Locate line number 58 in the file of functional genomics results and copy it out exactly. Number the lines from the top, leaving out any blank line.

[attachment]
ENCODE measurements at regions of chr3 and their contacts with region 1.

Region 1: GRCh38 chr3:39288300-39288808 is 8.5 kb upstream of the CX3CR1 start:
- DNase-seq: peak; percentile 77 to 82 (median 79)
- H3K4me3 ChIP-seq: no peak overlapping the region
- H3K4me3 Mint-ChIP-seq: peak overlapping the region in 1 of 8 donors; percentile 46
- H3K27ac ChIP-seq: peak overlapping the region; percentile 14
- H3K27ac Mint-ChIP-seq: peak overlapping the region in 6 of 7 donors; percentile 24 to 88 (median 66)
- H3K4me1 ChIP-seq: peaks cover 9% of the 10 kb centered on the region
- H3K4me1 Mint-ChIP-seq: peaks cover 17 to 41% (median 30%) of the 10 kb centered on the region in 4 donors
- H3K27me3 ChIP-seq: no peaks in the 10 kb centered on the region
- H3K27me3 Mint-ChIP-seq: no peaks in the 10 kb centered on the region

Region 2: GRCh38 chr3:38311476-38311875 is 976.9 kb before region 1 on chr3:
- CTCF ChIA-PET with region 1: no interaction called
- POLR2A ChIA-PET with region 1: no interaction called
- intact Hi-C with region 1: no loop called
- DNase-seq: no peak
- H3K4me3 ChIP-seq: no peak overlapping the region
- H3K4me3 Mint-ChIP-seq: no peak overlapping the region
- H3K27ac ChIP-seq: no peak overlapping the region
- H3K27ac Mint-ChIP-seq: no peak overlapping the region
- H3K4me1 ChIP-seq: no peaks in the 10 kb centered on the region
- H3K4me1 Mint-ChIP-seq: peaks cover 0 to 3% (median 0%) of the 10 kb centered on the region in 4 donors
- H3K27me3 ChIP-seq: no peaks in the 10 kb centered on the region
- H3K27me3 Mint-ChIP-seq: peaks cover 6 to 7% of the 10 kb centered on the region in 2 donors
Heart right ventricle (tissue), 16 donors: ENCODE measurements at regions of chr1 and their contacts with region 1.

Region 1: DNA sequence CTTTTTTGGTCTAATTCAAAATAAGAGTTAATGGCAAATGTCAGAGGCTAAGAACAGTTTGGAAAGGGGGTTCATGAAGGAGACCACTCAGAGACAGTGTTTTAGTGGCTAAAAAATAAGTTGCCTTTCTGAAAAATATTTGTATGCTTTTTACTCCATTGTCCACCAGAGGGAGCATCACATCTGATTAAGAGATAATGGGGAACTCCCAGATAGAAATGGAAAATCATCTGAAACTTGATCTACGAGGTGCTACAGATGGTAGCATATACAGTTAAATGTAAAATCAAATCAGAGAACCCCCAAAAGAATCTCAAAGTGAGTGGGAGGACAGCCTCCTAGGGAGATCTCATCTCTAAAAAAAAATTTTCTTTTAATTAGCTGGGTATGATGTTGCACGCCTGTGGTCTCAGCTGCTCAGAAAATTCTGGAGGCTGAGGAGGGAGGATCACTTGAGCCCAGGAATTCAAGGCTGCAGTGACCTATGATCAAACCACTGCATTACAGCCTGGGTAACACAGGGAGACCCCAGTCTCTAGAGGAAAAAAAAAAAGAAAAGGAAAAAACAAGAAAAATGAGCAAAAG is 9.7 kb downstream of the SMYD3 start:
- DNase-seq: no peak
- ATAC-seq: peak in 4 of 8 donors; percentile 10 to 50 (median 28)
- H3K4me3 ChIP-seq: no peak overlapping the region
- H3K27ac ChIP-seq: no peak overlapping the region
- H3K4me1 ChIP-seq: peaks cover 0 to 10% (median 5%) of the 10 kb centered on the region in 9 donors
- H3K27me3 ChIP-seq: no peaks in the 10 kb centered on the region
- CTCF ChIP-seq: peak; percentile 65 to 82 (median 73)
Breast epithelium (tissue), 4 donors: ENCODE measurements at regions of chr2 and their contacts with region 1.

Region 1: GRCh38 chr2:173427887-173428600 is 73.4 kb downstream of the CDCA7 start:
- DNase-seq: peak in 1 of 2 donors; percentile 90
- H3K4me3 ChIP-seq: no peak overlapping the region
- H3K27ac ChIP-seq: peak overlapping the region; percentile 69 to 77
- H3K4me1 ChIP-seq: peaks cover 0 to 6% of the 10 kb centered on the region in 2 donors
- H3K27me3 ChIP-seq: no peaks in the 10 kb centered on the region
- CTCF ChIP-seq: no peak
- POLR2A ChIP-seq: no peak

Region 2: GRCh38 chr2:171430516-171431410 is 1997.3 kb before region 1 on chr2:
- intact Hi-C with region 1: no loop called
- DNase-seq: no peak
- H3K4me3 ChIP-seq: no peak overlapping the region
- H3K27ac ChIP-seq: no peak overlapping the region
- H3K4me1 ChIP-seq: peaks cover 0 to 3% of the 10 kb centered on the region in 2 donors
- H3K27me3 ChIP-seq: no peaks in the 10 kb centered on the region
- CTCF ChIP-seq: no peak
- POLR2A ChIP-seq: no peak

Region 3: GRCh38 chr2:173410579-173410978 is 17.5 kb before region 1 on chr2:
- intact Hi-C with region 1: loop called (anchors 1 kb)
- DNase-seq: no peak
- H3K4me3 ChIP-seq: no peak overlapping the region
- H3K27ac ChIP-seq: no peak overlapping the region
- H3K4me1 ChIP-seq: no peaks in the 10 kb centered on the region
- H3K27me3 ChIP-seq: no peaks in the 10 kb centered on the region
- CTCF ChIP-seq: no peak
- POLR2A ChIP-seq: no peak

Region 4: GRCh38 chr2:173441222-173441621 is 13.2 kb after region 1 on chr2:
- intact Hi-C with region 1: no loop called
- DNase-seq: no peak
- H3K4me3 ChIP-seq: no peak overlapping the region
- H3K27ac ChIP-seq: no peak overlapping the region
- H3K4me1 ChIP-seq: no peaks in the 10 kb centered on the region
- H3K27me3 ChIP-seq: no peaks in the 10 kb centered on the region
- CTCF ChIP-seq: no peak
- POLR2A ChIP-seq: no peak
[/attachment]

- H3K27me3 ChIP-seq: no peaks in the 10 kb centered on the region